Toronto is a city defined by its modernist architecture. Be it the iconic downtown skyscrapers, Exhibition Place's Dufferin Gate, or the many community centres across the city, the post war period defines our built form. Wherever in town we are, we don't need to travel very far to see examples of the style here: Toronto's many high-rise, brick-faced, slab-shaped apartment—all across the city—were designed in the classic modernist "tower in the park" form, each structure surrounded by generous lawns and gardens. From Scarborough to Etobicoke to Midtown, the design is ubiquitous. Now, developers are looking to shake some of these aging modernist projects up with a more modern refresh.

Aerial view showing the proposed development location within the current community, image courtesy of Shiplake Management Co.

Near Yonge and Davisville, Shiplake Management Company is planning to add some contemporary flare and densification to the modernist community with Balliol Park. The proposal would see the demolition of two back-to-back Shiplake owned townhouse rows, each to be replaced by a new tower, one fronting Davisville Avenue and the other fronting Balliol Street.

Looking southeast across Balliol Park with the Davisville building in foreground, image courtesy of Diamond Schmitt Architects

Balliol Park looking northwest with the Balliol building in foreground, image courtesy of Diamond Schmitt Architects

In the site's current form, the townhouses back onto a community park. The new proposal by Shiplake would see the park enhanced with new landscaping by renowned landscape architecture firm gh3. New pathways, greenery and sitting spaces are all part of gh3's vision for the new space.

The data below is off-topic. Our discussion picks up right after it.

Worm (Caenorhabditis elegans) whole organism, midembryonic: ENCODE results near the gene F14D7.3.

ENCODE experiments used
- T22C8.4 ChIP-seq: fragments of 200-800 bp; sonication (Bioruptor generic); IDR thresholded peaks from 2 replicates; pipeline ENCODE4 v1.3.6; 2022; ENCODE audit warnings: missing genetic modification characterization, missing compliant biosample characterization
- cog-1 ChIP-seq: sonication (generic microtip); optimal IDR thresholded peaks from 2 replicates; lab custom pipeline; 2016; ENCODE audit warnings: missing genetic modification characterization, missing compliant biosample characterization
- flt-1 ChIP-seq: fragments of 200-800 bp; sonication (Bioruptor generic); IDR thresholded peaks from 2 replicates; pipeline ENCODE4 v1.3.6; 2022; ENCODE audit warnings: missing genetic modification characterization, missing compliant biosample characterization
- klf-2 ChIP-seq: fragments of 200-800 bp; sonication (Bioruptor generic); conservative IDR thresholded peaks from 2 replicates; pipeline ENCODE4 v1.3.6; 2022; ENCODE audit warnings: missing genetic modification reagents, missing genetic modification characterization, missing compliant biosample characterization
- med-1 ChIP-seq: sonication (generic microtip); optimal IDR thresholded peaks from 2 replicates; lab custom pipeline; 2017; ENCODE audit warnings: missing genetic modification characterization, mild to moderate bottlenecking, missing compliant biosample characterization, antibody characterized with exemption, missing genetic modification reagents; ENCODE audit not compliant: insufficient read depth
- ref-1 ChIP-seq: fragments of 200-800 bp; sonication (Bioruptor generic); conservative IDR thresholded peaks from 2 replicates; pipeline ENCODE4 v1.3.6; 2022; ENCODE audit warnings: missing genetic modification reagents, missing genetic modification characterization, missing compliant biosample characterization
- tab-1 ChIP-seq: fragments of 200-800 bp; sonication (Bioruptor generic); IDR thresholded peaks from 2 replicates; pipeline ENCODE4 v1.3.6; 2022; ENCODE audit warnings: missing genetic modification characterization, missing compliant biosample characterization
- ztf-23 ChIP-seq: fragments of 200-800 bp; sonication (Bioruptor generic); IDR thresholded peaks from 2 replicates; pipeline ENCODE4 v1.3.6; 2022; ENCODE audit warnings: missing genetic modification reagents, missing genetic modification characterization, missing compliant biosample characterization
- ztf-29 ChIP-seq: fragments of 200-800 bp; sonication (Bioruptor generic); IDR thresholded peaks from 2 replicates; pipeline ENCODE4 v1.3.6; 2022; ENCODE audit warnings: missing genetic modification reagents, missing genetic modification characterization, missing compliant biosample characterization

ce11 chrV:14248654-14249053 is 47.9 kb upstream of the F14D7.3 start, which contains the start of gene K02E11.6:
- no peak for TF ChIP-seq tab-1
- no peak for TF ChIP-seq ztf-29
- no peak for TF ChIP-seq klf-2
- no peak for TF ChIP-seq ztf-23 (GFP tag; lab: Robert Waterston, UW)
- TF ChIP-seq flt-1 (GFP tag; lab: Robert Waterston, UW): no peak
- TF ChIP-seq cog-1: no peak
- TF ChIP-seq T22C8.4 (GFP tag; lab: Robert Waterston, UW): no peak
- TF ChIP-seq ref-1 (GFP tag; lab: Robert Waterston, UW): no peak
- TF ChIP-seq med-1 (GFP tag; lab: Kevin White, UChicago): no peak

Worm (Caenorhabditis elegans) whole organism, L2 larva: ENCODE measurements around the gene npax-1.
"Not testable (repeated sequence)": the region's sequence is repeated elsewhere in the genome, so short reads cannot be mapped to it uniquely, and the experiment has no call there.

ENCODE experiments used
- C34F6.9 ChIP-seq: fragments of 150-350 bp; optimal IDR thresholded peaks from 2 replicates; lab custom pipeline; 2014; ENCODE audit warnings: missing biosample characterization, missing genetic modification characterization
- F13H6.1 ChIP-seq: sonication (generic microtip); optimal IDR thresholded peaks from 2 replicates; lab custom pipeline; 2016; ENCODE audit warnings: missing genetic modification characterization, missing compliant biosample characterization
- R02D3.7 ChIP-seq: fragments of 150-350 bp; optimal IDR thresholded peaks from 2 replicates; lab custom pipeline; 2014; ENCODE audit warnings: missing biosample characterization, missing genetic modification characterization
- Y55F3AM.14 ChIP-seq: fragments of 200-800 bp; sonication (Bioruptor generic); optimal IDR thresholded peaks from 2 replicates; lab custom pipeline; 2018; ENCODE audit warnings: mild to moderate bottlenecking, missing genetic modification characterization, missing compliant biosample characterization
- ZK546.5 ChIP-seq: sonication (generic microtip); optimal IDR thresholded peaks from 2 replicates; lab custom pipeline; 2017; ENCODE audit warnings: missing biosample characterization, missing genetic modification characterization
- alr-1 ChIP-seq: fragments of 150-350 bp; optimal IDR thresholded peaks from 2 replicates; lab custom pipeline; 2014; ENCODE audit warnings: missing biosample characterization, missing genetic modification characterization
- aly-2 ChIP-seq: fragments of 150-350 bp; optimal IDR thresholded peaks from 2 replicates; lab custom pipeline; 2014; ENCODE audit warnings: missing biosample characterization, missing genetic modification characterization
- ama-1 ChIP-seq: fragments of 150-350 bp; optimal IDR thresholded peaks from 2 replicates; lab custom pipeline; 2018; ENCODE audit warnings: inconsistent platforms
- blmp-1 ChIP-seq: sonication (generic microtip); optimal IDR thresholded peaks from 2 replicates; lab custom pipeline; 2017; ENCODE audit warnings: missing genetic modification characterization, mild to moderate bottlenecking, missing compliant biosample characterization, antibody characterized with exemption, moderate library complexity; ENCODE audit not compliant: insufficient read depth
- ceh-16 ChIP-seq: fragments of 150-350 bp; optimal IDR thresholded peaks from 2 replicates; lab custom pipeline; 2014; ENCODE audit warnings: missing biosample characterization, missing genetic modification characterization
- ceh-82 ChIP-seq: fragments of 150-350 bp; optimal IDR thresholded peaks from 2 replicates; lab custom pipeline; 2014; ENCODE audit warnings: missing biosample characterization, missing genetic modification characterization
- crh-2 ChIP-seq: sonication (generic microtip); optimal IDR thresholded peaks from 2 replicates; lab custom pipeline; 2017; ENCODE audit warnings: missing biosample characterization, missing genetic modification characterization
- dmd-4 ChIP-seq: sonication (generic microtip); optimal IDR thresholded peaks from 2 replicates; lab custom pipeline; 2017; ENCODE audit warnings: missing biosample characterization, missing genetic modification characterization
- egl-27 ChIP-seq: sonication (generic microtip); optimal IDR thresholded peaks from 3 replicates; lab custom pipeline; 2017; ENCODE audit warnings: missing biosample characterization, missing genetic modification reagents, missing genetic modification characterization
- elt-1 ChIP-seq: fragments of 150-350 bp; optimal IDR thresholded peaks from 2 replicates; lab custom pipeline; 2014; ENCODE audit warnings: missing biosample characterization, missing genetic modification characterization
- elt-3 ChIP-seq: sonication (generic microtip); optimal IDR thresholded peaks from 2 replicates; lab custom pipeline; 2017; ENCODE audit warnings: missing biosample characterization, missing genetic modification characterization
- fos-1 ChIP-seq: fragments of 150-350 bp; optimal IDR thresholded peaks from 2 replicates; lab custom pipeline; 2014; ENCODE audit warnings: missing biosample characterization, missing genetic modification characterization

New inner park at Balliol Park, image courtesy of gh3

In what seems like a rare move, Shiplake are proposing to decrease the building footprints compared to the existing structures to enhance sight lines into the park space, creating awareness of the park from the street. At the base of the Diamond Schmitt Architects-designed project, the building's ground floors will be pulled in, with upper floors supported by airy columns.

Outer columns at Balliol Park, image courtesy of Diamond Schmitt Architects

Diagrams below compare the existing and proposed views from the street into the park areas.

Current building footprint and park sight lines, image courtesy of Shiplake Management Company

New enhanced building footprint and park sight lines, image courtesy of Shiplake Management Company

The effect is even greater visual enhancement to the park and new sheltered pedestrian spaces. In this way the new development increases density while also respecting and building on the established character of the community.

If approved, Balliol Park will replace the current 21 rental townhouse units with 522 high-rise rental units across both buildings. On Balliol Street a 30-storey building would be built to roughly the same height of the adjacent apartment block to the west.

Balliol Street elevation diagram, image courtesy of Diamond Schmitt Architects

The shorter 14-storey Davisville building would include 8 base-level townhome style units, with four facing the street and the remaining facing the park. Across both buildings, 285 spaces will be provided in underground parking garages.

Davisville Avenue elevation Diagram, image courtesy of Shiplake Management Company

As the proposal is still in the planning stages, there may still be changes, but what you see now is likely close to the final design. UrbanToronto will keep a watchful eye and bring you the latest news about Balliol Park. For more renderings and information, check out our dataBase page, linked below. Join the discussion in our associated Forum thread, or leave a comment in the space provided on this page.

Related Companies:  Diamond Schmitt Architects, gh3, Quest Window Systems, Shiplake Management Company